Increased Congenital Anomalies in Children from Women with a Juvenile Arthritis History Save
A Quebec administrative claims analysis examined the birth outcomes of women with a history of juvenile idiopathic arthritis (JIA) who subsequently had a first-time birth (between 1983-2010). JIA patients were matched 4:1 with normal controls from the same era and adjusted for age and residence.
The JIA women included 1681 women who had a mean age at delivery of 24.7 years compared with the non-JIA group who were 25.0 years a the time of delivery (n = 6724).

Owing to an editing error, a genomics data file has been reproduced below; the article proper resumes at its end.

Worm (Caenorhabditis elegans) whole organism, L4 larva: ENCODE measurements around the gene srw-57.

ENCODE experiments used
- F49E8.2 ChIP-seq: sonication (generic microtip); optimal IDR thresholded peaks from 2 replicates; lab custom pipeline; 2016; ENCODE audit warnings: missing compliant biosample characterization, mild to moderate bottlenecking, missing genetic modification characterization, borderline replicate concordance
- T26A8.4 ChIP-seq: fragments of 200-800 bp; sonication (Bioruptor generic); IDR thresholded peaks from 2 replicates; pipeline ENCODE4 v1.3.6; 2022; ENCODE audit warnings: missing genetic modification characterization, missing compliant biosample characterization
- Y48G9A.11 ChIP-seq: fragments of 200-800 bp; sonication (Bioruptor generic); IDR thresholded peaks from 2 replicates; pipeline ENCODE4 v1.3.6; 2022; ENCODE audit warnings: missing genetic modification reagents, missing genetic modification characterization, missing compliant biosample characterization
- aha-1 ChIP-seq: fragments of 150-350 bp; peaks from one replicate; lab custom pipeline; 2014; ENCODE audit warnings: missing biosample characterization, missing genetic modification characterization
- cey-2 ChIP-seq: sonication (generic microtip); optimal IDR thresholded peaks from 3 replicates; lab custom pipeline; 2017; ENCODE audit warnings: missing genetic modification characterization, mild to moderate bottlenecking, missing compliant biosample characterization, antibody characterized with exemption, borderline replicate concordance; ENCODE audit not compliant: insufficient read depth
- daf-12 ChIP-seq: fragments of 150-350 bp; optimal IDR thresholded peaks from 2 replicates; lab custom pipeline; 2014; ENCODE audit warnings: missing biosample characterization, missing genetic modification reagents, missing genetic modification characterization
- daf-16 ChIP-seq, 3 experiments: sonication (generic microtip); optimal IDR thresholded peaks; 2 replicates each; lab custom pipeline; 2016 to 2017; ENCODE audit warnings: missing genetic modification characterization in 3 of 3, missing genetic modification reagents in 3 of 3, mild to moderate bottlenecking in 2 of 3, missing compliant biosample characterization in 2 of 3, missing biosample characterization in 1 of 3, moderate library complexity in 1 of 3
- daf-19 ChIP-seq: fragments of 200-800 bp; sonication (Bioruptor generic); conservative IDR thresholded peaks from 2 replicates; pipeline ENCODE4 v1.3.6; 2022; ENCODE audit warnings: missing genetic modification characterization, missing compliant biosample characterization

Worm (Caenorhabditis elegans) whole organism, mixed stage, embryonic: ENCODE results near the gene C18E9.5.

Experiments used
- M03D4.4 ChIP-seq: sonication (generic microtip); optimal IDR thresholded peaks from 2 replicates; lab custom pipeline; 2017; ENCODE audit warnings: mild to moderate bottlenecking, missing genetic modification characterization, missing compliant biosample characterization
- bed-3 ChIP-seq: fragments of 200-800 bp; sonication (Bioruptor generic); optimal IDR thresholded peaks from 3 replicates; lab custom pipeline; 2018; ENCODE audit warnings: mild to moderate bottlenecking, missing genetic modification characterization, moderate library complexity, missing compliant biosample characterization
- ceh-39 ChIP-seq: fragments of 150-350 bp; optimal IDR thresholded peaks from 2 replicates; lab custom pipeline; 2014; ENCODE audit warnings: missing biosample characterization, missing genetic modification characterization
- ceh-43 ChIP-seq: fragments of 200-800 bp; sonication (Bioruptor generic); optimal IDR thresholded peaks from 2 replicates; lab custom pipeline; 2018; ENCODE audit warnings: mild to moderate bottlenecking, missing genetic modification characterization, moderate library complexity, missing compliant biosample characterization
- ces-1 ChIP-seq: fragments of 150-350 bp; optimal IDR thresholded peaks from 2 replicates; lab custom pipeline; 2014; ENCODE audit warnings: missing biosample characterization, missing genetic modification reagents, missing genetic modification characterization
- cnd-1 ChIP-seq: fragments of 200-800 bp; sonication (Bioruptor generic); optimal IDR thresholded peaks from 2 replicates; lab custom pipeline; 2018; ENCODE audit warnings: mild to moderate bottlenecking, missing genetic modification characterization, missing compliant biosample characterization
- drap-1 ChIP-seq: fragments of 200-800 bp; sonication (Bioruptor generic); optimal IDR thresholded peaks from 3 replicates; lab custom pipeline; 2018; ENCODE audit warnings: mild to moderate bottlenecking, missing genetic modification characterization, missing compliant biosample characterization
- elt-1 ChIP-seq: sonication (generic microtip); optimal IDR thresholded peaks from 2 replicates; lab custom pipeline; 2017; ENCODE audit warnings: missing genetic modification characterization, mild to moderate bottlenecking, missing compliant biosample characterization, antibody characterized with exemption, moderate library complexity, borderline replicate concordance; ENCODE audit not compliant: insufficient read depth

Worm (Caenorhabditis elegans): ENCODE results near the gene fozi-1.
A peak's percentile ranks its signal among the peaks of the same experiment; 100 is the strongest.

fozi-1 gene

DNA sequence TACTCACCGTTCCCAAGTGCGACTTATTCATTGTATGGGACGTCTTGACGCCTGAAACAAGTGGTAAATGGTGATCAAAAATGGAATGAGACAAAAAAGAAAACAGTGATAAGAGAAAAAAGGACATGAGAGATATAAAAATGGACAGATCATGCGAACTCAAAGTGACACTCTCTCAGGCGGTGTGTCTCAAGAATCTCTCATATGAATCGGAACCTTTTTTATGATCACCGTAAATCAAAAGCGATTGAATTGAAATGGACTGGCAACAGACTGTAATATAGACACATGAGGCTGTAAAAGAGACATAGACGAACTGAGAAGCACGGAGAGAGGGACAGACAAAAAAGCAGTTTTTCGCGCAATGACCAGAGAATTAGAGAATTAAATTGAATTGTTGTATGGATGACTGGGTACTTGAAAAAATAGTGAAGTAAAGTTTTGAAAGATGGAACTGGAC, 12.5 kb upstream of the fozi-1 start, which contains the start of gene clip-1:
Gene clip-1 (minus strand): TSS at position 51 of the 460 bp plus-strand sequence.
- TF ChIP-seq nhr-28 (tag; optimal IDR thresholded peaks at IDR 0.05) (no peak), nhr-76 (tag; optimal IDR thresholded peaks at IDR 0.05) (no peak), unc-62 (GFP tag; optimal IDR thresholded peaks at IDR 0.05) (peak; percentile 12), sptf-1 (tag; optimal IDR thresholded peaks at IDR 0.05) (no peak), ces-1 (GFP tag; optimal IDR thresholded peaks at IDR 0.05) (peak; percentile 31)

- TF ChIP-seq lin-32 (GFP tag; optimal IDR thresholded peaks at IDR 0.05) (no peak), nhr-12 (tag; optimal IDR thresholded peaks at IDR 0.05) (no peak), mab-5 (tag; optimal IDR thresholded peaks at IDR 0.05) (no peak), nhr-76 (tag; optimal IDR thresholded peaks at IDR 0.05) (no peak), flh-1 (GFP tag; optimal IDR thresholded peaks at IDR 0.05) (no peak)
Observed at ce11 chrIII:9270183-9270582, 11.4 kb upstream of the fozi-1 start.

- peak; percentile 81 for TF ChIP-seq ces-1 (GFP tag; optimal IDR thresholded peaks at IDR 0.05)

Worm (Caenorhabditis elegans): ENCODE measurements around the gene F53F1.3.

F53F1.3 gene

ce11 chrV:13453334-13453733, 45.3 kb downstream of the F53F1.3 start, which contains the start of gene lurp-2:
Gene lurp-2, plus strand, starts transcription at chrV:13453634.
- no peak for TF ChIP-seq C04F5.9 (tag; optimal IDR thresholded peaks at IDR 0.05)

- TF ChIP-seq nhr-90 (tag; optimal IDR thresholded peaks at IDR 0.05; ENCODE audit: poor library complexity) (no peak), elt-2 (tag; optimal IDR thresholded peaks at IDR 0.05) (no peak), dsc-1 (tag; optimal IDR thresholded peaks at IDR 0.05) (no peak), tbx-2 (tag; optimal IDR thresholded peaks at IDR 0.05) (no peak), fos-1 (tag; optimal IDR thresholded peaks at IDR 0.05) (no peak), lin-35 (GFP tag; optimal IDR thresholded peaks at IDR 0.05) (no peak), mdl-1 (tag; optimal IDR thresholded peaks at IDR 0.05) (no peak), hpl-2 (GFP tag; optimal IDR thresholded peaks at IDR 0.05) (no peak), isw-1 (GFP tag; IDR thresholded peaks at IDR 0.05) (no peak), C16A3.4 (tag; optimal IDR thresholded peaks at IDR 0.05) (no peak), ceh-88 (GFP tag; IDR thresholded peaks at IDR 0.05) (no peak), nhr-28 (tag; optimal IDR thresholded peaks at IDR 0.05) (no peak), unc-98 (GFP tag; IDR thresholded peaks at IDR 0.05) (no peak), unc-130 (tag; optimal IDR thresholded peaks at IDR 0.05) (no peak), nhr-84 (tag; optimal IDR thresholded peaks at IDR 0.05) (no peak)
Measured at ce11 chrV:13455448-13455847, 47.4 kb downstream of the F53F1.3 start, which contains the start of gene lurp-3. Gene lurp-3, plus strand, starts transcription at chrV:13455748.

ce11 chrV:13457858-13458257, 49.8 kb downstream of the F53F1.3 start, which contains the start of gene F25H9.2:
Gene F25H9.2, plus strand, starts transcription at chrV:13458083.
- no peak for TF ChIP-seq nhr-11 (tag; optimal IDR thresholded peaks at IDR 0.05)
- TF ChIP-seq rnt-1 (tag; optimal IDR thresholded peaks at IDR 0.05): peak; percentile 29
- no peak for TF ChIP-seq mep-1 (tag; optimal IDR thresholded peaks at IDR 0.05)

Women who had JIA were shown to have a higher risk for premature delivery [adjusted relative risk (RR) 1.20, 95% CI 1.01–1.42], small for gestational age (aRR 1.19, 95% CI 1.04–1.37), and congenital malformations (aRR 6.51, 95% CI 5.05–8.39). Children born of JIA mothers were more likely to have neural tube defects (1.61% vs. 0.03% in the non-JIA) and congenital heart defects (1.07% vs. 0.58%).
Thus, most JIA women appear to deliver normal babies, even though they are at higher risk for having a child with adverse birth outcomes. The increased risk of congenital anomalies requires further research to delineate whether this is constitutive, related to disease activity or drug exposures.
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